Professor David Barash published an article in the NY Times recently discussing how parasites make use of and even manipulate their host’s behavior, often in remarkable and creepy ways. He asks whether we humans are likewise fulfilling the needs of the tiny creatures within us (and the needs of our genes, which aren’t tiny creatures but lists of instructions).
Professor Barash concludes with what he says is a heretical possibility: “Maybe there is no one in charge — no independent, self-serving, order-issuing homunculus”. But this isn’t such a heretical idea, at least not a new one. Philosophers, most famously David Hume, have long questioned whether there is a self, a single self-conscious mental entity that is “me”. Hume claimed that all he was conscious of was “a bundle or collection of different perceptions, which succeed each other with an inconceivable rapidity, and are in a perpetual flux and movement” (A Treatise of Human Nature, Book I, Part IV, Section VI).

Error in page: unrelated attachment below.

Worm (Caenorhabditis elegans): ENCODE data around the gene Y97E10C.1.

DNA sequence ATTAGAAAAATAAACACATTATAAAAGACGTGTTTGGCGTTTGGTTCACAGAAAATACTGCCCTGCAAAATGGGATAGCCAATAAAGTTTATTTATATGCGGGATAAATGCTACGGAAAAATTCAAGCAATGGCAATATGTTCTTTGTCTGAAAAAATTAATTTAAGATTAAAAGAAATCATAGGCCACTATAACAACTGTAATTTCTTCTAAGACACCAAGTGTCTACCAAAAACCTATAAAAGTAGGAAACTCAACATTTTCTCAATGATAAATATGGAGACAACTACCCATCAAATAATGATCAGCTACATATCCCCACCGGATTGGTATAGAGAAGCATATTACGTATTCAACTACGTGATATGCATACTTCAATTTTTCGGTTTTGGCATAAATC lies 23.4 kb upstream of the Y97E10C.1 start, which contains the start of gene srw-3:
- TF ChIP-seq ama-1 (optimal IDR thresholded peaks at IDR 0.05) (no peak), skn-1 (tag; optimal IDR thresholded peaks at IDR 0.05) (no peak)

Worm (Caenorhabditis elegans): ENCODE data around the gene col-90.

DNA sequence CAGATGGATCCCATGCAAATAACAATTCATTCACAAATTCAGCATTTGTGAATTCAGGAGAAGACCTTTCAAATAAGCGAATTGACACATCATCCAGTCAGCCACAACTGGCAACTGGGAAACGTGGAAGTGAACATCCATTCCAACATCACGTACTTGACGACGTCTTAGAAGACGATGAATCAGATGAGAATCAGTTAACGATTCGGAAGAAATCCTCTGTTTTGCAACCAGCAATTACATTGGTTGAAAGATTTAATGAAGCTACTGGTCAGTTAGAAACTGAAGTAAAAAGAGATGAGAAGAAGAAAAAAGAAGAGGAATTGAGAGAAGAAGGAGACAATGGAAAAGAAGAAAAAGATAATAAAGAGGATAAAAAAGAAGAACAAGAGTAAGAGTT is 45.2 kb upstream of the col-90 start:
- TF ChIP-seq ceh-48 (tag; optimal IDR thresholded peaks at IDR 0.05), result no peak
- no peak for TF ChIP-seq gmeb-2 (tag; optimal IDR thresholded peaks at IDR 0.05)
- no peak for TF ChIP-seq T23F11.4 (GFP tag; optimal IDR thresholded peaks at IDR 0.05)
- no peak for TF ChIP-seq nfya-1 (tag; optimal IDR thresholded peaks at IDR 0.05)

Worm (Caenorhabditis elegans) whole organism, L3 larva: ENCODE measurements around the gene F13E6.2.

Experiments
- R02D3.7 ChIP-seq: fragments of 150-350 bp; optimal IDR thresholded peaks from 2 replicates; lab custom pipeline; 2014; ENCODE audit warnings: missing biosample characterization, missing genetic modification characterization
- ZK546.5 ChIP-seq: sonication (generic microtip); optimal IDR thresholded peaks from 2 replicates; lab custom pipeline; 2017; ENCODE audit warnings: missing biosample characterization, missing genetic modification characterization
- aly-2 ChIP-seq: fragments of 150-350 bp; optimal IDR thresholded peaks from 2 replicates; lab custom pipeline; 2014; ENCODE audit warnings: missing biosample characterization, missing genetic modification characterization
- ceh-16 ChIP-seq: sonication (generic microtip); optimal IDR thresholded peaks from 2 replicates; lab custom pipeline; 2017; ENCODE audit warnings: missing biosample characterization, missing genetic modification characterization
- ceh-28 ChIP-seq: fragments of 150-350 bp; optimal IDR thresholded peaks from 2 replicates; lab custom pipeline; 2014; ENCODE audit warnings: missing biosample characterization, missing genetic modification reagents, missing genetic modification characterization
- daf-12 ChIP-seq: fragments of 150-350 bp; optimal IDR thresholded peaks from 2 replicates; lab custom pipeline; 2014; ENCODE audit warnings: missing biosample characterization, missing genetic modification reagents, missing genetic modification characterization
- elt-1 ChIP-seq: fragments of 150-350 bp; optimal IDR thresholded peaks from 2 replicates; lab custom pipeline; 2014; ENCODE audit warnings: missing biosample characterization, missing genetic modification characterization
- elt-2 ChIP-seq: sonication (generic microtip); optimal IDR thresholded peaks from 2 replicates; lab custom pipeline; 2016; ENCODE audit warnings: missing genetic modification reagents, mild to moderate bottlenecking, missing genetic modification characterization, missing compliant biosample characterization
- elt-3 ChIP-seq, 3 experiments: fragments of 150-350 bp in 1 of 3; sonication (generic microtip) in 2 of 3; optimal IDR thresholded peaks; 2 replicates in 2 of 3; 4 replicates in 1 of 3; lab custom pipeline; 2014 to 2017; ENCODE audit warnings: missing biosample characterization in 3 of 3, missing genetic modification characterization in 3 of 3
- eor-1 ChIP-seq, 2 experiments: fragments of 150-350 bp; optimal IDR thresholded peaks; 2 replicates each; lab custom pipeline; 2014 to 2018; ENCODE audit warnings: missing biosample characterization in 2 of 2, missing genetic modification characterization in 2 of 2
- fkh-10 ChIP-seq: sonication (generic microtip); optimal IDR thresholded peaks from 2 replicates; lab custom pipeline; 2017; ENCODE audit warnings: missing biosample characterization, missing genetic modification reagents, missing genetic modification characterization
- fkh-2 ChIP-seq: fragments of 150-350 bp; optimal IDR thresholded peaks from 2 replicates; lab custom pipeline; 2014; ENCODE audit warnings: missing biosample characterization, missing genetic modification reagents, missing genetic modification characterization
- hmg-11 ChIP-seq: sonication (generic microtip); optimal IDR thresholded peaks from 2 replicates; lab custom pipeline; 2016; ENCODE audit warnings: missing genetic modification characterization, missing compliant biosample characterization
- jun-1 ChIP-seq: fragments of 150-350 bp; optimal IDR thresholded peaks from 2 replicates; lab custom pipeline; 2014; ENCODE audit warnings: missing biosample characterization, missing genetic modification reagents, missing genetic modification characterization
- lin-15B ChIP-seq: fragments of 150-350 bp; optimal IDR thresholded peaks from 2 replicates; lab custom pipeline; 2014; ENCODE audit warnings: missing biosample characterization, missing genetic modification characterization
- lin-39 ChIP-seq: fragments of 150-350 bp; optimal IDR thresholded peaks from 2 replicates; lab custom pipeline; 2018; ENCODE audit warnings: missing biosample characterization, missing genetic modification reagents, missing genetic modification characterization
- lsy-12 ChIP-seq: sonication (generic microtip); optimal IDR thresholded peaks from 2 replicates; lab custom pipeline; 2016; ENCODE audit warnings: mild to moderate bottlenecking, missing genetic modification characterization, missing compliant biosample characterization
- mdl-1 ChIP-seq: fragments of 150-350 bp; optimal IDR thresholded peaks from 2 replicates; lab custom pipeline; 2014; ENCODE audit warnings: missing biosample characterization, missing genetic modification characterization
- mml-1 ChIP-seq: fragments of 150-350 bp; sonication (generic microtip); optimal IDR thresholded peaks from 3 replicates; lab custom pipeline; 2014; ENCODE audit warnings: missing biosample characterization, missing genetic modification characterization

What everyone should agree on is that we are biological organisms, living things composed of trillions of much smaller living things. The human body is composed of roughly 10 trillion living cells. In addition, we provide living space to roughly 100 trillion other life forms, mostly bacteria, mostly in our intestines. Each one of us is a community. Somehow the operation of this community results in the almost overwhelming conviction that we have a single seat of consciousness, observing the world and controlling our actions.
How this happens is still a mystery. But it might change our perspective on who we are if we keep in mind that every action we perform, every thought we have, reflects the actions of a small universe of other living things.